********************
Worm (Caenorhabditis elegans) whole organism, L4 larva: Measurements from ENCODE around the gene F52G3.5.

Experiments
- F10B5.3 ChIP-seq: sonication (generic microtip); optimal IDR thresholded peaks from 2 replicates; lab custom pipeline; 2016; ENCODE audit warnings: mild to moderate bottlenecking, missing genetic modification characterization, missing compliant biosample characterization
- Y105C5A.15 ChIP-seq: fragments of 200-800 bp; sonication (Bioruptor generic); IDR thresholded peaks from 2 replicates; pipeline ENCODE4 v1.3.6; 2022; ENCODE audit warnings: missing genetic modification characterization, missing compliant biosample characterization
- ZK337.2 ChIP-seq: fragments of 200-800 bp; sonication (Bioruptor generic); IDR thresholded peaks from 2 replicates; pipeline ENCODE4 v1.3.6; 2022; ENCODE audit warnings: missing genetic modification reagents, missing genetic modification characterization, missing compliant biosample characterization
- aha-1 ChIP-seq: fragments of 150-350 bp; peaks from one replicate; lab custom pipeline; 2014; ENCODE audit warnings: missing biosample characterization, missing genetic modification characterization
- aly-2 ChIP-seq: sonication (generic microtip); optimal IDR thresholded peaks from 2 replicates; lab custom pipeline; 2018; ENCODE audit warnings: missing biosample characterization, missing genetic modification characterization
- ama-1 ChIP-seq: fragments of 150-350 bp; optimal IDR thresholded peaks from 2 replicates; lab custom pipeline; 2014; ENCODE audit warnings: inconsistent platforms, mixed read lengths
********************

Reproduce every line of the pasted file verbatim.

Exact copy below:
Worm (Caenorhabditis elegans) whole organism, L4 larva: Measurements from ENCODE around the gene F52G3.5.

Experiments
- F10B5.3 ChIP-seq: sonication (generic microtip); optimal IDR thresholded peaks from 2 replicates; lab custom pipeline; 2016; ENCODE audit warnings: mild to moderate bottlenecking, missing genetic modification characterization, missing compliant biosample characterization
- Y105C5A.15 ChIP-seq: fragments of 200-800 bp; sonication (Bioruptor generic); IDR thresholded peaks from 2 replicates; pipeline ENCODE4 v1.3.6; 2022; ENCODE audit warnings: missing genetic modification characterization, missing compliant biosample characterization
- ZK337.2 ChIP-seq: fragments of 200-800 bp; sonication (Bioruptor generic); IDR thresholded peaks from 2 replicates; pipeline ENCODE4 v1.3.6; 2022; ENCODE audit warnings: missing genetic modification reagents, missing genetic modification characterization, missing compliant biosample characterization
- aha-1 ChIP-seq: fragments of 150-350 bp; peaks from one replicate; lab custom pipeline; 2014; ENCODE audit warnings: missing biosample characterization, missing genetic modification characterization
- aly-2 ChIP-seq: sonication (generic microtip); optimal IDR thresholded peaks from 2 replicates; lab custom pipeline; 2018; ENCODE audit warnings: missing biosample characterization, missing genetic modification characterization
- ama-1 ChIP-seq: fragments of 150-350 bp; optimal IDR thresholded peaks from 2 replicates; lab custom pipeline; 2014; ENCODE audit warnings: inconsistent platforms, mixed read lengths